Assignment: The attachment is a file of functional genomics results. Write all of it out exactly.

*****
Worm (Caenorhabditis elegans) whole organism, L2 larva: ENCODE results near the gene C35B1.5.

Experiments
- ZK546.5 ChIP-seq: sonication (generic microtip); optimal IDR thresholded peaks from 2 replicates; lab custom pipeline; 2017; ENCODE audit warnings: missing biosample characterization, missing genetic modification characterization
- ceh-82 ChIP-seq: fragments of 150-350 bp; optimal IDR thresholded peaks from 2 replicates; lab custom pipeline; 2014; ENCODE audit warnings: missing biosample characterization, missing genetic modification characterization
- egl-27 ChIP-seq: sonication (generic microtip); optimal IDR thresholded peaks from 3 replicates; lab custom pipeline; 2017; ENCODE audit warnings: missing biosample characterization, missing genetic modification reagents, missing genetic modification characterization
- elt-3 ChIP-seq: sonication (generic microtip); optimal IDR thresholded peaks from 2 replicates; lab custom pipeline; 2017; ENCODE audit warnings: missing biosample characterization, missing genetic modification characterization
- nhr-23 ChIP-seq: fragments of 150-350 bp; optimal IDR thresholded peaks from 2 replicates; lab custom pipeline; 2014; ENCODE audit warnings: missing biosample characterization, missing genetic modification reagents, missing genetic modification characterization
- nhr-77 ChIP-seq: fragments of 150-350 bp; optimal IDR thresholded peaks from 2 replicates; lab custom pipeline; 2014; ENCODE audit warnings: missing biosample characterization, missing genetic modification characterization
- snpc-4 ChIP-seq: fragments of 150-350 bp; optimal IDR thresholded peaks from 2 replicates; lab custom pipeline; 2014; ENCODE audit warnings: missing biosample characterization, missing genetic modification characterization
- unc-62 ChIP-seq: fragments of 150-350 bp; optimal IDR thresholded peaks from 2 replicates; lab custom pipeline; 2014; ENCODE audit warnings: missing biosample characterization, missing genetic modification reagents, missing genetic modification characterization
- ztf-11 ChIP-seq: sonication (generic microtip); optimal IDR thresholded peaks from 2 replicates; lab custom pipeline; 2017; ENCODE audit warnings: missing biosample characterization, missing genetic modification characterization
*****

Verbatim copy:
Worm (Caenorhabditis elegans) whole organism, L2 larva: ENCODE results near the gene C35B1.5.

Experiments
- ZK546.5 ChIP-seq: sonication (generic microtip); optimal IDR thresholded peaks from 2 replicates; lab custom pipeline; 2017; ENCODE audit warnings: missing biosample characterization, missing genetic modification characterization
- ceh-82 ChIP-seq: fragments of 150-350 bp; optimal IDR thresholded peaks from 2 replicates; lab custom pipeline; 2014; ENCODE audit warnings: missing biosample characterization, missing genetic modification characterization
- egl-27 ChIP-seq: sonication (generic microtip); optimal IDR thresholded peaks from 3 replicates; lab custom pipeline; 2017; ENCODE audit warnings: missing biosample characterization, missing genetic modification reagents, missing genetic modification characterization
- elt-3 ChIP-seq: sonication (generic microtip); optimal IDR thresholded peaks from 2 replicates; lab custom pipeline; 2017; ENCODE audit warnings: missing biosample characterization, missing genetic modification characterization
- nhr-23 ChIP-seq: fragments of 150-350 bp; optimal IDR thresholded peaks from 2 replicates; lab custom pipeline; 2014; ENCODE audit warnings: missing biosample characterization, missing genetic modification reagents, missing genetic modification characterization
- nhr-77 ChIP-seq: fragments of 150-350 bp; optimal IDR thresholded peaks from 2 replicates; lab custom pipeline; 2014; ENCODE audit warnings: missing biosample characterization, missing genetic modification characterization
- snpc-4 ChIP-seq: fragments of 150-350 bp; optimal IDR thresholded peaks from 2 replicates; lab custom pipeline; 2014; ENCODE audit warnings: missing biosample characterization, missing genetic modification characterization
- unc-62 ChIP-seq: fragments of 150-350 bp; optimal IDR thresholded peaks from 2 replicates; lab custom pipeline; 2014; ENCODE audit warnings: missing biosample characterization, missing genetic modification reagents, missing genetic modification characterization
- ztf-11 ChIP-seq: sonication (generic microtip); optimal IDR thresholded peaks from 2 replicates; lab custom pipeline; 2017; ENCODE audit warnings: missing biosample characterization, missing genetic modification characterization